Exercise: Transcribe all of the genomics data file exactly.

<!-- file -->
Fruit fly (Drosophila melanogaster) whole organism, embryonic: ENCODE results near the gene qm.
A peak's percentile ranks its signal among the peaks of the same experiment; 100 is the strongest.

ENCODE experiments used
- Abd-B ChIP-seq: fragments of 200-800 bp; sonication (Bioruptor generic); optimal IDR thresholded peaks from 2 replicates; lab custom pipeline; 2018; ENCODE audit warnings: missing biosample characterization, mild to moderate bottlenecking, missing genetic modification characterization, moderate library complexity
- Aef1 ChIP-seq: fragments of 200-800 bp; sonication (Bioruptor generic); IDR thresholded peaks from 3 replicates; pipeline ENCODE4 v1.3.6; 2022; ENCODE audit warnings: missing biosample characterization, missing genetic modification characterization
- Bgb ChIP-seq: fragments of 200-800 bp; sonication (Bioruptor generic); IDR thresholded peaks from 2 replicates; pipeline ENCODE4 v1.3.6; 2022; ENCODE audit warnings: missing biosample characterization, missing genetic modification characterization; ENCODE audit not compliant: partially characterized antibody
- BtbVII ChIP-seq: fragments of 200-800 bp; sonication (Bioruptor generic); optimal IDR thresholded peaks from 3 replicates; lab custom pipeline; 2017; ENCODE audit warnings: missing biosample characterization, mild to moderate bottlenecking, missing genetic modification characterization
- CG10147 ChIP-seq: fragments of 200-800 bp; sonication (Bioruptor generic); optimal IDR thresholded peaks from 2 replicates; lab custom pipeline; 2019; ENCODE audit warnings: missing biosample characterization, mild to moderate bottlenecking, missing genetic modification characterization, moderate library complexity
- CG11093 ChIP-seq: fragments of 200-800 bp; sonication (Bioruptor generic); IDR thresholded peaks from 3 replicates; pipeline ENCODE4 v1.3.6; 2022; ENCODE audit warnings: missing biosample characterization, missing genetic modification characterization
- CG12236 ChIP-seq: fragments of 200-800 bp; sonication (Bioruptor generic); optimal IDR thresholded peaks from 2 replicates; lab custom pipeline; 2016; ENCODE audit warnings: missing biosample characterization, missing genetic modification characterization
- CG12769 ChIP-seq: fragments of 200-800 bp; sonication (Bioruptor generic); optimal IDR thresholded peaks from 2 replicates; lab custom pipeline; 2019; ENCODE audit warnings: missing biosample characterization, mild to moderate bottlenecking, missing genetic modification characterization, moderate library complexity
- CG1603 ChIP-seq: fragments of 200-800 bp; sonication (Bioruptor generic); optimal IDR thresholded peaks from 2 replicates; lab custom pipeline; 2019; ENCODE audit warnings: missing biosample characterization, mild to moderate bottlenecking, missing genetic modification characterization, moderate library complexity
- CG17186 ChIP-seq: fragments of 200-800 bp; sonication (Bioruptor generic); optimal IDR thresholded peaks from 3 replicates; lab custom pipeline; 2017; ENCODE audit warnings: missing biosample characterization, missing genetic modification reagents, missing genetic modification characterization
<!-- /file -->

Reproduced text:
Fruit fly (Drosophila melanogaster) whole organism, embryonic: ENCODE results near the gene qm.
A peak's percentile ranks its signal among the peaks of the same experiment; 100 is the strongest.

ENCODE experiments used
- Abd-B ChIP-seq: fragments of 200-800 bp; sonication (Bioruptor generic); optimal IDR thresholded peaks from 2 replicates; lab custom pipeline; 2018; ENCODE audit warnings: missing biosample characterization, mild to moderate bottlenecking, missing genetic modification characterization, moderate library complexity
- Aef1 ChIP-seq: fragments of 200-800 bp; sonication (Bioruptor generic); IDR thresholded peaks from 3 replicates; pipeline ENCODE4 v1.3.6; 2022; ENCODE audit warnings: missing biosample characterization, missing genetic modification characterization
- Bgb ChIP-seq: fragments of 200-800 bp; sonication (Bioruptor generic); IDR thresholded peaks from 2 replicates; pipeline ENCODE4 v1.3.6; 2022; ENCODE audit warnings: missing biosample characterization, missing genetic modification characterization; ENCODE audit not compliant: partially characterized antibody
- BtbVII ChIP-seq: fragments of 200-800 bp; sonication (Bioruptor generic); optimal IDR thresholded peaks from 3 replicates; lab custom pipeline; 2017; ENCODE audit warnings: missing biosample characterization, mild to moderate bottlenecking, missing genetic modification characterization
- CG10147 ChIP-seq: fragments of 200-800 bp; sonication (Bioruptor generic); optimal IDR thresholded peaks from 2 replicates; lab custom pipeline; 2019; ENCODE audit warnings: missing biosample characterization, mild to moderate bottlenecking, missing genetic modification characterization, moderate library complexity
- CG11093 ChIP-seq: fragments of 200-800 bp; sonication (Bioruptor generic); IDR thresholded peaks from 3 replicates; pipeline ENCODE4 v1.3.6; 2022; ENCODE audit warnings: missing biosample characterization, missing genetic modification characterization
- CG12236 ChIP-seq: fragments of 200-800 bp; sonication (Bioruptor generic); optimal IDR thresholded peaks from 2 replicates; lab custom pipeline; 2016; ENCODE audit warnings: missing biosample characterization, missing genetic modification characterization
- CG12769 ChIP-seq: fragments of 200-800 bp; sonication (Bioruptor generic); optimal IDR thresholded peaks from 2 replicates; lab custom pipeline; 2019; ENCODE audit warnings: missing biosample characterization, mild to moderate bottlenecking, missing genetic modification characterization, moderate library complexity
- CG1603 ChIP-seq: fragments of 200-800 bp; sonication (Bioruptor generic); optimal IDR thresholded peaks from 2 replicates; lab custom pipeline; 2019; ENCODE audit warnings: missing biosample characterization, mild to moderate bottlenecking, missing genetic modification characterization, moderate library complexity
- CG17186 ChIP-seq: fragments of 200-800 bp; sonication (Bioruptor generic); optimal IDR thresholded peaks from 3 replicates; lab custom pipeline; 2017; ENCODE audit warnings: missing biosample characterization, missing genetic modification reagents, missing genetic modification characterization